But, say appellants, the court erred in denying their request for directed verdicts against plaintiffs (appellees) and third party defendants (appellants) at the conclusion of all the evidence. We do not agree. Appellants (among others) requested and the court gave the following instructions: No. 3 (above): "You are instructed that Reasor-Hill had a perfect right to make and sell 2,4-D dust with immunity, their only duty in connection with such was to advise the users thereof of its characteristics and potentialities." Whether appellants performed this duty was for the jury to determine.
No. 6: "You are instructed that Shannon Kennedy and Martha E. Kennedy in this case are suing Reasor-Hill because Reasor-Hill made and sold 2,4-D dust to their sons, C. D. and E. S. Kennedy, who spread it on their rice field, alleging that Reasor-Hill failed to warn the sons that 2,4-D would spread and would kill cotton, Reasor-Hill has filed a counter suit against C. D. and E. S. Kennedy alleging that they and their agents knew the dust would spread and kill cotton and the damage, if any, was caused by the Kennedy boys. In this connection, you are told that if you find that the Kennedy boys were negligent and that Reasor-Hill was not negligent, then your verdict will be for the defendants," and in No. 7, the jury was told that "* * * Before you can find for said Kennedys you must find that the defendant, Reasor-Hill, was negligent and that negligence was the sole and proximate cause of the injury to Clayton's crop, if any."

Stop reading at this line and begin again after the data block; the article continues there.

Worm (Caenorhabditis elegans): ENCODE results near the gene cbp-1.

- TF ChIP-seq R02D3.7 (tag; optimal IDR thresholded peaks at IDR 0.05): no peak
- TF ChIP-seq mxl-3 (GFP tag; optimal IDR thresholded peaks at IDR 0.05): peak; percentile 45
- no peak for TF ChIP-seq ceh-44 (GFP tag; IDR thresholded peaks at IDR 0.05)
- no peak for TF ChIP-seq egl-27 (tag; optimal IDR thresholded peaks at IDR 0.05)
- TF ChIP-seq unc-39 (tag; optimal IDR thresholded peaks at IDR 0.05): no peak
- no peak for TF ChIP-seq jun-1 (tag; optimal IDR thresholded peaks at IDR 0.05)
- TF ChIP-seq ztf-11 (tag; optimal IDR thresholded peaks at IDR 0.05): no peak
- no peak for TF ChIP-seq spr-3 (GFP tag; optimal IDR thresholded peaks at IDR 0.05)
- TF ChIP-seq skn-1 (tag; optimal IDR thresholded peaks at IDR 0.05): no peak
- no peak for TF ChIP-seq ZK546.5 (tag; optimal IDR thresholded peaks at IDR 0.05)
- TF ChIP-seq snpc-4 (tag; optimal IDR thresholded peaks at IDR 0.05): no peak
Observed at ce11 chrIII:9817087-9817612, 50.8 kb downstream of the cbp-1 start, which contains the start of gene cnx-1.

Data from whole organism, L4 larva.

Appellants' given Instruction No. 12 contains this language: "You are instructed that it is admitted that the third party defendants, E. S. and C. D. Kennedy were negligent in the application of the 2,4-D dust to their rice crop in July, 1947, and there was a judgment rendered against them in favor of Howard Clayton to compensate him for damages which he alleged arose from the negligence of the said Kennedys. Before you can find against the defendant, Reasor-Hill Corporation, in any amount you must find that they were also negligent in connection with this transaction, and if you should find from a preponderance of the evidence that either of them were negligent, and such negligence contributed to cause any damage which Howard Clayton might have suffered, then the defendant, Reasor-Hill Corporation, *692 would be joint tort feasors with C. D. and E. S. Kennedy, and the said Kennedys, if you find they paid the, damages caused Howard Clayton, would be entitled to recover only that amount against Reasor-Hill Corporation as would represent the damages suffered by Howard Clayton caused by the negligence, if any, of the defendant, Reasor-Hill Corporation."
While we do not attempt to detail more of the testimony, after an examination of the entire record, we hold that there was substantial evidence to go to the jury on the question of appellants' negligence and the degree thereof in connection with the spraying of the dangerous chemical dust here and in failing to give proper warning to the Kennedy brothers of its dangers. It appears that every phase of this case was fully and clearly covered in the large number of correct instructions given by the trial court (10 on behalf of appellees and 11 for appellants).
WARD, J, dissents in part